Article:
If you’ve got a National Trust subscription, cancel it and tell them why.

Me, divisive?


18 thoughts on “If we can’t remove the ‘cancerous presence’ of Neil Oliver from the National Trust we can still stop subscribing to this elitist and wasteful organisation in protest, not just at him though

  1. J barr October 4, 2017 / 10:21 am

    Agree entirely.


  2. broadbield October 4, 2017 / 10:51 am

    John, stop sitting on the fence!! I agree entirely the NTS is an elitist organisation that shoe-horns in placemen (and I use the word “men” advisedly). I resigned my membership a few years ago when they parachuted in Lord Lindsay – (don’t know why I joined in the first place.)


  3. macgilleleabhar October 4, 2017 / 10:51 am

    Totally agree with your post. I see the National Trust as the UK Establishment equivalent of Shelter keeping a roof over failed aristocrat’s heads.
    I am sure his BBC attitude will fit in well there. As an example when did you ever see anyone remotely working class on Country File?

    Liked by 1 person

  4. Dunphail October 4, 2017 / 2:47 pm

    I telephoned yesterday and cancelled my membership of 10+ years. I was asked if I would like to listen to a statement regarding the appointment before I cancelled. I listened and Jackie Baillie would have been proud of it. I said now listen to me “you are obviously aware of my surname and have you heard of Croick Church and the Clearances well there is no circumstances whatsoever in which I would fund an organisation headed by a person who believes that these people were part of a benevolent migration, your statement on political neutrality means nothing his revisionist views on the history of my people were not even considered when you appointed such a self promoting loathsome divisive character, membership cards will be in the post”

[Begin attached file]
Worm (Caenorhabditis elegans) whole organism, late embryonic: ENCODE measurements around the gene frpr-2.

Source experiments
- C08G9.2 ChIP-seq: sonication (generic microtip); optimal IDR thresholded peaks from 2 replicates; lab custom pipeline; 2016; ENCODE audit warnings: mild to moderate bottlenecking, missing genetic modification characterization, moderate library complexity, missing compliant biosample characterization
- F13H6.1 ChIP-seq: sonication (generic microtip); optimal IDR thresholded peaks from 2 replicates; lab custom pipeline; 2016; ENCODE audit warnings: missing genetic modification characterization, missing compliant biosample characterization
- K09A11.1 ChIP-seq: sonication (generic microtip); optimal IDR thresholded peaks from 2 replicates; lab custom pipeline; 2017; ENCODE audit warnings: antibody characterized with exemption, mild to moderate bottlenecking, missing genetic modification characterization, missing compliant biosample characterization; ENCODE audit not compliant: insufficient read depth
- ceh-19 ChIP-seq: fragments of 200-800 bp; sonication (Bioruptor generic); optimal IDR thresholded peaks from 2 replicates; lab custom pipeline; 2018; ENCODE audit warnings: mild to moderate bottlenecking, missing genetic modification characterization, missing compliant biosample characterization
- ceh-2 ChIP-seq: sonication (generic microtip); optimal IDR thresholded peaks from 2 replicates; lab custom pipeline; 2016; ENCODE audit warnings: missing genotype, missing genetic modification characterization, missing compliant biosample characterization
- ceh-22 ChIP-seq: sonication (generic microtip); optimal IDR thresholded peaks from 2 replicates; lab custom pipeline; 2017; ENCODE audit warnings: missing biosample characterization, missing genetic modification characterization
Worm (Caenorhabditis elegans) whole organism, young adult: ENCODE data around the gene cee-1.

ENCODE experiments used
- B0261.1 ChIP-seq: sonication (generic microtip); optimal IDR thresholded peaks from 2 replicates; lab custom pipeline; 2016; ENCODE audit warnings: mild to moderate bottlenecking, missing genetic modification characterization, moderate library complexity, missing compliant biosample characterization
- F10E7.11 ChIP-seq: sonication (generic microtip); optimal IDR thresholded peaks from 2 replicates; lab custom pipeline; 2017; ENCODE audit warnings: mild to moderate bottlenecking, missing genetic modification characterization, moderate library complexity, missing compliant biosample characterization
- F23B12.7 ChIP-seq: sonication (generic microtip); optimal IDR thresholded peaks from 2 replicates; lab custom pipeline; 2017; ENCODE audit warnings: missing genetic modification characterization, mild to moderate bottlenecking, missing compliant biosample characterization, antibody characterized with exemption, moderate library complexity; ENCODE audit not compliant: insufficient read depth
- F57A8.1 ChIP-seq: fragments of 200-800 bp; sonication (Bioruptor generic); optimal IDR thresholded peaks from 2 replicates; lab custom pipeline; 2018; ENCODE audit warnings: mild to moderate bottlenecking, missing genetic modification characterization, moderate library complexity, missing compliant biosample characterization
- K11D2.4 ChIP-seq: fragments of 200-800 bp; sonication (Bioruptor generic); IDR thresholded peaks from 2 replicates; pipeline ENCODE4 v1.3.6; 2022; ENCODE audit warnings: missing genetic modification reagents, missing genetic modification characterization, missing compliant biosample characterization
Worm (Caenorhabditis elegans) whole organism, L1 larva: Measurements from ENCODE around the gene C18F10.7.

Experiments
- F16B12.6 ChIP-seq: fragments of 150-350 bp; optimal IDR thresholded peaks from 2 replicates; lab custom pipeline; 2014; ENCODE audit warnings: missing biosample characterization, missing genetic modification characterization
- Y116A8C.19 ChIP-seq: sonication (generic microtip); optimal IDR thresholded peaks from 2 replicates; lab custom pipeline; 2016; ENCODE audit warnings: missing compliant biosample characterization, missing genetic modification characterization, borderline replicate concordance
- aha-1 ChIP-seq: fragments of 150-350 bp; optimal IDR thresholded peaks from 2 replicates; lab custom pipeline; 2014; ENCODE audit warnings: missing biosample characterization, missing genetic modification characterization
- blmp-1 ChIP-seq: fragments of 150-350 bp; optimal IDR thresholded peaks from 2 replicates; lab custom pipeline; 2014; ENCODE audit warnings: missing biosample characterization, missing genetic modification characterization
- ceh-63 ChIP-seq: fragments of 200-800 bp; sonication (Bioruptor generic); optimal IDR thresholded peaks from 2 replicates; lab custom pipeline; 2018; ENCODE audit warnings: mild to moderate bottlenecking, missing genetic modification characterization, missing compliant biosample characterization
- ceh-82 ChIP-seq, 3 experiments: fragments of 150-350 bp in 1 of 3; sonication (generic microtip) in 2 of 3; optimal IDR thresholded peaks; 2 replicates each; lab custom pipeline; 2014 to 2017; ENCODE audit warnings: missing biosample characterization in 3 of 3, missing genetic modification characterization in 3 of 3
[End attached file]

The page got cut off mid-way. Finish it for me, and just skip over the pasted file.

5. Ludo Thierry October 4, 2017 / 7:44 pm

    Hi all – Brilliant comments all round.

    John had an encouraging article recently explaining how the BritNat aristocrat bandits and other large estate land-owners will soon notice a tax demand landing on the doormat re. their huntin’, shootin’ and fishin’ interests. (Sadly a smallish bill for now – but a start nonethless). I was, therefore, pleased to see that further steps are being taken with other (similar?) gangs of organised criminals to force them to ‘pay-u’p as well. In the new Scotland all organised crime gangs need to be pursued – aristocratic ones and the rest (see below):

    New powers to seize criminal gains are increasingly disruptive to serious organised crime, the Lord Advocate has said.